Acoustic/ambient musician yu-chi describes himself as "just an ordinary Japanese farmer" on his personal page, but if his first release, which he wrote, performed and produced on his own is any indication, he’s anything but ordinary. monochrome clown is about as perfect a debut you get: it’s a nakedly emotional and even sentimental display, but its melodies are breathtaking. Yu-chi’s sense of production benefits from his roots, as the sparse production lends his equally sparse arrangements an amplified tone of wistfulness.
yu-chi’s strongest attribute is his deceptively playful songwriting. “The end of the world” plays two forces against each other, pitting a piano-and-strings combination against a line of telephone static. Then all of a sudden, it just stops and switches the focus onto a toy box for one breath—just long enough for the return of the pianos and strings to make a big impact. Furthermore, he utilizes a creative and effective set of instruments throughout “marks of a tear,” which begins with the strums of an acoustic guitar before building into a more subdued take on a folk song, replete with chiming bells and a simple yet heartwarming drum beat. The track then takes an abrupt turn into darkness when it segues into a two-minute outro led by what resembles a clown baby’s voice. (Don’t let that last part scare you.) As a whole, monochrome clown plays like a haunting short film: yu-chi may consider himself ordinary, but his music is anything but.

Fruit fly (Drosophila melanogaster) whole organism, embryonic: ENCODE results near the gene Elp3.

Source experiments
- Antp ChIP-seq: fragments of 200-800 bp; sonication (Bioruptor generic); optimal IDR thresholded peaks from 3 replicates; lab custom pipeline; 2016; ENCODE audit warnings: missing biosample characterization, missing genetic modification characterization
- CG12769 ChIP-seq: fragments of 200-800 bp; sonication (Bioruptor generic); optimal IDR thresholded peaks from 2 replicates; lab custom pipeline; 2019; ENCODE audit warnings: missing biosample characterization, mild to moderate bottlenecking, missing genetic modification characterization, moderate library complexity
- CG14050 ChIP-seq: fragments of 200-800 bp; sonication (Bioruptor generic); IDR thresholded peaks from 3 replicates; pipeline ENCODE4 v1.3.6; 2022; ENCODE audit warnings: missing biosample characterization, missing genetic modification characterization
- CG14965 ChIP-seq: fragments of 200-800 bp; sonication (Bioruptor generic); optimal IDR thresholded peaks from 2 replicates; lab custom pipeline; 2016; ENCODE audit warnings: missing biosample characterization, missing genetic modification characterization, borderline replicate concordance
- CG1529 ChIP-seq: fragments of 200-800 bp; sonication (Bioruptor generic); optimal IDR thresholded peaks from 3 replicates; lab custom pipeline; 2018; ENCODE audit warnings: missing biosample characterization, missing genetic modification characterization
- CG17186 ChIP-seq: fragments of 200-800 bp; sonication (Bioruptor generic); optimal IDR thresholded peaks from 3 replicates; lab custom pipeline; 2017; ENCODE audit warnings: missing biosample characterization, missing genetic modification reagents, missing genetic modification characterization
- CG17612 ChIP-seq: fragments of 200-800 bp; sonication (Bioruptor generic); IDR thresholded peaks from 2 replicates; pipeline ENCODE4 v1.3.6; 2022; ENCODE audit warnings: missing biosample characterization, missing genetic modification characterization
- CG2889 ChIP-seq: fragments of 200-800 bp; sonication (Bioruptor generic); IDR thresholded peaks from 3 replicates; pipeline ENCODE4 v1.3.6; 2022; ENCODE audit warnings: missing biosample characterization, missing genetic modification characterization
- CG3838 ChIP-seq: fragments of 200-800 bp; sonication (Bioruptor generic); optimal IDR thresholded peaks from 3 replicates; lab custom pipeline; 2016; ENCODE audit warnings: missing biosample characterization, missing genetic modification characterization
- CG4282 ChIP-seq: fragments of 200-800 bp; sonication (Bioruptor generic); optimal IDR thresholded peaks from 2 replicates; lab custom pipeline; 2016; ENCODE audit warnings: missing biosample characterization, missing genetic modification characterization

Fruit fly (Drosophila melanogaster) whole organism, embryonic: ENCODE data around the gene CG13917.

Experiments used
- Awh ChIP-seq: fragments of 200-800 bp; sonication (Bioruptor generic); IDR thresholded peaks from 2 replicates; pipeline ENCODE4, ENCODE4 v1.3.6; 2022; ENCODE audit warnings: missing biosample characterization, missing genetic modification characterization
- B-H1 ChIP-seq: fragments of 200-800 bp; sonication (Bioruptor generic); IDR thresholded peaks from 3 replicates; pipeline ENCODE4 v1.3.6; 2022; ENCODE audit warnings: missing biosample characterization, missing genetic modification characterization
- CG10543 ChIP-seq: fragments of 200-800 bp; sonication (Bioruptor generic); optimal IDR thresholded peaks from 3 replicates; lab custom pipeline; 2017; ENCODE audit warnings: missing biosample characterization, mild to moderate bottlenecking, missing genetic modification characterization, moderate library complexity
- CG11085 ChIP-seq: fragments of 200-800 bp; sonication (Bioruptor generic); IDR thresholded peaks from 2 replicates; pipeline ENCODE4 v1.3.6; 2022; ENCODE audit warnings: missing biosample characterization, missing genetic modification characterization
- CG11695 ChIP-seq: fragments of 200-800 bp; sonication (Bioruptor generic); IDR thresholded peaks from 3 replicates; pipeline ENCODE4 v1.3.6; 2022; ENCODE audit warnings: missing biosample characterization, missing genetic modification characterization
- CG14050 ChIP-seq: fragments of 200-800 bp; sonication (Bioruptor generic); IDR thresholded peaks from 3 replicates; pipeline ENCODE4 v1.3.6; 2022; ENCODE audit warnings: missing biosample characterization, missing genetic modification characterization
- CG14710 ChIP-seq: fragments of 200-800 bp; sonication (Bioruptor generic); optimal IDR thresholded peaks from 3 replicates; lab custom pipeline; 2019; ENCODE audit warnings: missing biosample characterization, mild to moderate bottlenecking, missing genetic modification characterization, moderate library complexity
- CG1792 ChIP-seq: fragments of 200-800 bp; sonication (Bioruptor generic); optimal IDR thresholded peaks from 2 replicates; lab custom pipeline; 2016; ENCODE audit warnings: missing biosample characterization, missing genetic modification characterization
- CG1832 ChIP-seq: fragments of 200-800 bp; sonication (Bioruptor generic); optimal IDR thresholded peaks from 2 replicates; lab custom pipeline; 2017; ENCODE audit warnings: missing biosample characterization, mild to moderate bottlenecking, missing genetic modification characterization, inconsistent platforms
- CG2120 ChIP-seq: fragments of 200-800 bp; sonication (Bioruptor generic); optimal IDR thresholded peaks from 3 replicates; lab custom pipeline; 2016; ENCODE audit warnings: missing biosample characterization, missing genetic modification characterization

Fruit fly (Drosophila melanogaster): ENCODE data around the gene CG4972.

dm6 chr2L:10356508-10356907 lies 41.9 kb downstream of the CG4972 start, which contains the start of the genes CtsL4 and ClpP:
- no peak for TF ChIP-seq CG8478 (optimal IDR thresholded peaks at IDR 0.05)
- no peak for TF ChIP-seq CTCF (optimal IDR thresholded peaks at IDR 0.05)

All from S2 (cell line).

Both monochrome clown and unevenness, yu-chi's second LP, are available for free on his Bandcamp.